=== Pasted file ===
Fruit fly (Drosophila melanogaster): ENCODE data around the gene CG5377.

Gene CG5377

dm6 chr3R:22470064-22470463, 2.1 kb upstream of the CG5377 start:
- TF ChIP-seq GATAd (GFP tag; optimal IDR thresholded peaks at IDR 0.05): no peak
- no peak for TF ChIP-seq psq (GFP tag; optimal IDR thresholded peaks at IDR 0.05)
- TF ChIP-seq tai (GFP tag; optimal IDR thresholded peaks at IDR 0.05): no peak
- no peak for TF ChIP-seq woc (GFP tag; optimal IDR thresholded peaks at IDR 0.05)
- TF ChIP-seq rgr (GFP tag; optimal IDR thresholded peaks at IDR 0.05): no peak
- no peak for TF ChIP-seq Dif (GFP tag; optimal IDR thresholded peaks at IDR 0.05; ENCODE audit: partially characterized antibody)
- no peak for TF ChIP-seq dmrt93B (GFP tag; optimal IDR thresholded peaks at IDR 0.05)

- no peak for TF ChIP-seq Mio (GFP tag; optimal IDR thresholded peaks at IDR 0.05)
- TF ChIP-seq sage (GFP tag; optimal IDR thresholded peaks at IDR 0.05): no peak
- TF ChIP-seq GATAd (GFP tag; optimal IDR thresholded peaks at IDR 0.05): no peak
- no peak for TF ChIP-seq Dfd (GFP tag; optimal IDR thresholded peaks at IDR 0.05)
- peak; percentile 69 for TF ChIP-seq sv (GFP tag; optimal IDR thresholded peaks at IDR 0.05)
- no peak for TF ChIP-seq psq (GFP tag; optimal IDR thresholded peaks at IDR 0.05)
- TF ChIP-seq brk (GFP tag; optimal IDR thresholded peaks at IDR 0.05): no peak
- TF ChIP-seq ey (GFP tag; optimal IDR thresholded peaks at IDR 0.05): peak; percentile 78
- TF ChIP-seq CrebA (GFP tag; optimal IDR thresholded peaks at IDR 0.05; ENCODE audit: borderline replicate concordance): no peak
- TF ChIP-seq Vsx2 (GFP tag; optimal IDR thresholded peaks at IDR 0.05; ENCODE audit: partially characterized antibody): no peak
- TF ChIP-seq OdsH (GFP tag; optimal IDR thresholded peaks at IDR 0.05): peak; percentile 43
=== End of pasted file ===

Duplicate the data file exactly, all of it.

Fruit fly (Drosophila melanogaster): ENCODE data around the gene CG5377.

Gene CG5377

dm6 chr3R:22470064-22470463, 2.1 kb upstream of the CG5377 start:
- TF ChIP-seq GATAd (GFP tag; optimal IDR thresholded peaks at IDR 0.05): no peak
- no peak for TF ChIP-seq psq (GFP tag; optimal IDR thresholded peaks at IDR 0.05)
- TF ChIP-seq tai (GFP tag; optimal IDR thresholded peaks at IDR 0.05): no peak
- no peak for TF ChIP-seq woc (GFP tag; optimal IDR thresholded peaks at IDR 0.05)
- TF ChIP-seq rgr (GFP tag; optimal IDR thresholded peaks at IDR 0.05): no peak
- no peak for TF ChIP-seq Dif (GFP tag; optimal IDR thresholded peaks at IDR 0.05; ENCODE audit: partially characterized antibody)
- no peak for TF ChIP-seq dmrt93B (GFP tag; optimal IDR thresholded peaks at IDR 0.05)

- no peak for TF ChIP-seq Mio (GFP tag; optimal IDR thresholded peaks at IDR 0.05)
- TF ChIP-seq sage (GFP tag; optimal IDR thresholded peaks at IDR 0.05): no peak
- TF ChIP-seq GATAd (GFP tag; optimal IDR thresholded peaks at IDR 0.05): no peak
- no peak for TF ChIP-seq Dfd (GFP tag; optimal IDR thresholded peaks at IDR 0.05)
- peak; percentile 69 for TF ChIP-seq sv (GFP tag; optimal IDR thresholded peaks at IDR 0.05)
- no peak for TF ChIP-seq psq (GFP tag; optimal IDR thresholded peaks at IDR 0.05)
- TF ChIP-seq brk (GFP tag; optimal IDR thresholded peaks at IDR 0.05): no peak
- TF ChIP-seq ey (GFP tag; optimal IDR thresholded peaks at IDR 0.05): peak; percentile 78
- TF ChIP-seq CrebA (GFP tag; optimal IDR thresholded peaks at IDR 0.05; ENCODE audit: borderline replicate concordance): no peak
- TF ChIP-seq Vsx2 (GFP tag; optimal IDR thresholded peaks at IDR 0.05; ENCODE audit: partially characterized antibody): no peak
- TF ChIP-seq OdsH (GFP tag; optimal IDR thresholded peaks at IDR 0.05): peak; percentile 43